by Levison Wood.
We all know the longest river in the world is the Nile (or is it the Amazon?), but we don’t actually know how long that is. From it’s (disputed) source in Rwanda, to Egypt’s Mediterranean coast, the Nile stretches nearly 7,000km through jungle, desert, and everything in between, including the war-torn South Sudan. Wood sets out to walk every mile, needing to overcome myriad challenges – both physical and psychological – if he’s to realise his dream.
As we walk with him, we learn not only about the countries he passes through, but their history and their people both past and present. We also get to know (amongst many other things) about crocodiles, scorpions, the effects of extreme thirst, and how to choose a good camel. Every page is compelling reading.
Wood obviously felt responsible for people caught up in his quest, and from time to time he mentions this sense of duty and leadership, as well as a number of lion-hearted deeds, and once or twice this grated. That said, it’s all too easy to judge people’s actions from the comfort your armchair; I know I couldn’t touch his achievements, and his sense of achievement is tangible.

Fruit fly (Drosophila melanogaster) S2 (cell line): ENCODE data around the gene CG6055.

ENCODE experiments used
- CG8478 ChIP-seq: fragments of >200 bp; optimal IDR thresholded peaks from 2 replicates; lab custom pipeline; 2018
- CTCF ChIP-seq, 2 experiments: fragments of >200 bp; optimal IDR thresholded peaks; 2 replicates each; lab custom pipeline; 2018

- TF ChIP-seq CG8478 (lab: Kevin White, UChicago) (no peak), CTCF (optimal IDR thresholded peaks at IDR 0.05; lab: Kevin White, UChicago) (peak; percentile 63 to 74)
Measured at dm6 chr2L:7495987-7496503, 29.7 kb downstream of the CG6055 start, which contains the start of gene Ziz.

It’s not uncommon for me to flick ahead to see how many pages of a book I have left, but I didn’t do that once with this book. I was carried along with the journey and its story and, while I willed him to win out, I didn’t want it to end.
4.5 stars. One of the best travelogues I’ve ever read.